Studio Cast, 1990 (RCA) (2 / 5) As a musical theater composer, Frank Wildhorn writes great pop songs. That’s amply demonstrated by this “concept” recording of Jekyll & Hyde, which lacks any theatrical context. Some of the songs, with lyrics by Leslie Bricusse, evoke moents from Les Misérables and The Phantom of the Opera but are less interesting musically and dramatically. Colm Wilkinson and Linda Eder co-star in this two-person recording; in grand pop-opera style, they let few vowels go unmodified, and never exercise emotional shading where over-emoting will do. Eder seems clueless as to character nuance; still, her robust voice can overcome the sentiments of Bricusse’s lyrics, sell a soft ballad such as “Once Upon a Dream,” and strongly deliver the power ballads “Someone Like You” and “A New Life.” Jekyll & Hyde was always less about Jekyll or Hyde than about showcasing Eder’s voice. Although Wilkinson sinks his teeth into his songs, particularly “This Is the Moment,” his performance is so far over the top that all we can do is grin and bear it until it’s Eder’s turn to sing again. We never have to wait very long. — Matthew Murray
Studio Cast, 1994 (Atlantic) (3 / 5) Linda Eder returned for the second Jekyll & Hyde recording, but here she sings only the songs of the prostitute Lucy; Carolee Carmello was brought in as Jekyll’s fiancee, Lisa. The title roles are superbly filled by Australian actor-singer Anthony Warlow. From an acting standpoint, it might be said that both Warlow and Carmello are too good for the material; trying to make these pop tunes theatrical is a lost cause. The recording boasts a huge orchestra and tons of songs (the complete score up to that point), so if you simply must own one Jekyll & Hyde, this should probably be it. The plot is difficult to follow, but certain tracks are fun, including Eder’s saucy “Bring on the Men” and her powerful “Someone Like You,” Warlow’s dynamic “This Is the Moment,” and the Eder/Carmello duet “In His Eyes.” Many other numbers are silly, “Façade” and “Murder, Murder!” in particular. But, overall, Jekyll & Hyde has never sounded better than it does here. — M.M.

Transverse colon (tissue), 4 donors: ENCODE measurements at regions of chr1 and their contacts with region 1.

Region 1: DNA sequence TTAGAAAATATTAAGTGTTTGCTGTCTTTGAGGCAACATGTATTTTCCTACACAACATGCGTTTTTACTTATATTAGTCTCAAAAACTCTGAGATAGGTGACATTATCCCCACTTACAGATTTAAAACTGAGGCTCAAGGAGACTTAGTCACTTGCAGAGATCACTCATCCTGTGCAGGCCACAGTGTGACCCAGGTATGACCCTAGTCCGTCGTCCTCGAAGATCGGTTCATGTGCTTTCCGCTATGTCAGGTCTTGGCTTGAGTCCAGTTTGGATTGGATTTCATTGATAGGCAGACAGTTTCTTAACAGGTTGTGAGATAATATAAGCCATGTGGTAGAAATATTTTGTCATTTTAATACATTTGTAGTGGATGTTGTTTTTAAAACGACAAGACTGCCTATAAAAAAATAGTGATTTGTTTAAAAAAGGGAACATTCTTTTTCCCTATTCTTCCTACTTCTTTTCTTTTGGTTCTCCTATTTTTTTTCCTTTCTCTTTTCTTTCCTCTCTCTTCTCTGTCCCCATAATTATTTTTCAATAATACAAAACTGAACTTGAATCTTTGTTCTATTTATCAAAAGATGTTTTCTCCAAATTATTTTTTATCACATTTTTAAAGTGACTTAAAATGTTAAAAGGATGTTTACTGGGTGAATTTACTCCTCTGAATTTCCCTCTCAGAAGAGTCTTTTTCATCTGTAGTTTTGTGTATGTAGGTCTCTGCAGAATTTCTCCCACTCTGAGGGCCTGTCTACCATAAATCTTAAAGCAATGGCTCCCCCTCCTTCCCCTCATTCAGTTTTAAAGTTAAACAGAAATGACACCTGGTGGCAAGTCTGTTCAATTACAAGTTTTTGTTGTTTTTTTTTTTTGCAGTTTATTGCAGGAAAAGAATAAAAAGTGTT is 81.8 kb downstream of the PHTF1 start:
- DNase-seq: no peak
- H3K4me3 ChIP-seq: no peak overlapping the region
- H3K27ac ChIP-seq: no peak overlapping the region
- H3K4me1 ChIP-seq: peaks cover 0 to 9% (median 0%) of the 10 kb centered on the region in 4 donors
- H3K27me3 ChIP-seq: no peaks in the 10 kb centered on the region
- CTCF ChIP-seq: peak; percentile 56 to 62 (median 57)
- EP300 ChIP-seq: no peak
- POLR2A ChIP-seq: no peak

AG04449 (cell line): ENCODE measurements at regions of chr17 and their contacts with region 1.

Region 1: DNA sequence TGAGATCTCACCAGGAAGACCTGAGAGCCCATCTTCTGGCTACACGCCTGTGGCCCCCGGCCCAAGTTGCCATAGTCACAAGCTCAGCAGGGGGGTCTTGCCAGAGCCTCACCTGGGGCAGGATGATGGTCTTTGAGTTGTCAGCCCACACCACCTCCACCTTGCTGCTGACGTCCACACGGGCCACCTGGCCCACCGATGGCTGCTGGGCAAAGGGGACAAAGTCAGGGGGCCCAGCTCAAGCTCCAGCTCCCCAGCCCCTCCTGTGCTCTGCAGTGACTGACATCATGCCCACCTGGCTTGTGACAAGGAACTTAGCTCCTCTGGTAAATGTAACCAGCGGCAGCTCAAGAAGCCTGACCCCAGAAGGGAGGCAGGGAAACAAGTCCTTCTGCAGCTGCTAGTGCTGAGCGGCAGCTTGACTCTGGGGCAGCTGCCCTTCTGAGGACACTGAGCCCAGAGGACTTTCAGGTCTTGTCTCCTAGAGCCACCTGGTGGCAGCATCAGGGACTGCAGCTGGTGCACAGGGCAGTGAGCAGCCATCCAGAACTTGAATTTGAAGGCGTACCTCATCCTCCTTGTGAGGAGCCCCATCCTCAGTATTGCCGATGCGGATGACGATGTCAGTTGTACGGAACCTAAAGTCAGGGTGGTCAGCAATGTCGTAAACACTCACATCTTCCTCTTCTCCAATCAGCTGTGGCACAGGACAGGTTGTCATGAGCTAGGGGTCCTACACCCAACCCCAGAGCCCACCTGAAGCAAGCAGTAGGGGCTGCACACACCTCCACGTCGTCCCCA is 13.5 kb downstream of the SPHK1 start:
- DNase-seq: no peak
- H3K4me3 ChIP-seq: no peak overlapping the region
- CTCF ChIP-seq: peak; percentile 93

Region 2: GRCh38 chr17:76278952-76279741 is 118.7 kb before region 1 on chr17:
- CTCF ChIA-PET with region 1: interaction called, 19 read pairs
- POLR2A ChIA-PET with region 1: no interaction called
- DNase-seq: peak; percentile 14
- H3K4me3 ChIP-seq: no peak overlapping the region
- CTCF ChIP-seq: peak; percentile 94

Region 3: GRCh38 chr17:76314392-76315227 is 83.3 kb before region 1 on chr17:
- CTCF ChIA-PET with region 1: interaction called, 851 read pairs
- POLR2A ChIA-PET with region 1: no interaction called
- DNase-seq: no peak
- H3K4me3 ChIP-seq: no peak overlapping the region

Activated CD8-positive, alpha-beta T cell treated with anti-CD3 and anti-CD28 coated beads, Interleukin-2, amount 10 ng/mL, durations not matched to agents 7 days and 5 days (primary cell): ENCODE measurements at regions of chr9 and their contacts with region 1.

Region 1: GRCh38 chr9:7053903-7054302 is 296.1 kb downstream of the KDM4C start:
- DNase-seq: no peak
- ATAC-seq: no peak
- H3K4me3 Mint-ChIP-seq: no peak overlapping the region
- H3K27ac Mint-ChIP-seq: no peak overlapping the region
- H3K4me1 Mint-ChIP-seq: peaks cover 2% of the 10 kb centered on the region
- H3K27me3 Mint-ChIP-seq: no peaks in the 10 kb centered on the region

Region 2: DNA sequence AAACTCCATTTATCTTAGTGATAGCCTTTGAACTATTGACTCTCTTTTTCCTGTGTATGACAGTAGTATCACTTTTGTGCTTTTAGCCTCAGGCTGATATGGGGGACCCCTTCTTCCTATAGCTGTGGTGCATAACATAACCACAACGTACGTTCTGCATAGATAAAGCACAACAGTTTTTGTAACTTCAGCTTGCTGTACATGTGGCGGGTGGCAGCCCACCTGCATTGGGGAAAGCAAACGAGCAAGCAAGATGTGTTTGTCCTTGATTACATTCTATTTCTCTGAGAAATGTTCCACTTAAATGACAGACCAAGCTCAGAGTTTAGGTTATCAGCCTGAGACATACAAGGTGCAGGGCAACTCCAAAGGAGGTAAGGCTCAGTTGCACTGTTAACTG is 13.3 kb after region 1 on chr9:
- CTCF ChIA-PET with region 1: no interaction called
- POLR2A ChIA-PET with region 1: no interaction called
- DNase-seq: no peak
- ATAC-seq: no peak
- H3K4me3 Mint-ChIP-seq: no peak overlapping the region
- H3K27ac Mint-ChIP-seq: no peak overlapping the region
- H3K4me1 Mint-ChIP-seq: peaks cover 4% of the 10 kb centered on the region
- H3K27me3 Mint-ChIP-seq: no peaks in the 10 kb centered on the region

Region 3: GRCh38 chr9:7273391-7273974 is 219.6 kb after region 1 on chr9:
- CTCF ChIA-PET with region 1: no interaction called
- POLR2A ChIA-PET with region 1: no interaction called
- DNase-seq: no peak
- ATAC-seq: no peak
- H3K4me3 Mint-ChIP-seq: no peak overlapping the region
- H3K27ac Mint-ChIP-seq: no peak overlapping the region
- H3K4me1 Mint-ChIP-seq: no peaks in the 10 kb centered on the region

Original Broadway Cast, 1997 (Atlantic) (1 / 5) By the time Jekyll & Hyde got to Broadway, it was more a parody of itself than a serious show. Linda Eder is still Lucy, and her pop affectations are out of place amid the theatrical acting/singing style of the Broadway cast members. Robert Cuccioli’s performance of Jekyll’s “This Is the Moment” joins the already hefty catalog of self-indulgent renderings, but he does a better job as Hyde. Of the leads, only Christiane Noll as Emma (the renamed Lisa) makes her character believable; she performs with sweetness, sensitivity, and a legitimately beautiful voice. Unfortunately, her songs are among the show’s dullest. “Murder, Murder” and the endlessly reprised “Façade” remain unintended comic highlights, and some newer numbers — “Pursue the Truth,” “Emma’s Reasons,” “I Must Go On,” and “Letting Go” — aren’t much better. The score reaches a new nadir with “Good ‘n’ Evil,” featuring such lyrics as “The key thing about good ‘n’ evil / Each man has to choose! / Heaven ‘n’ Hell / Is a helluva gamble to lose!” — M.M.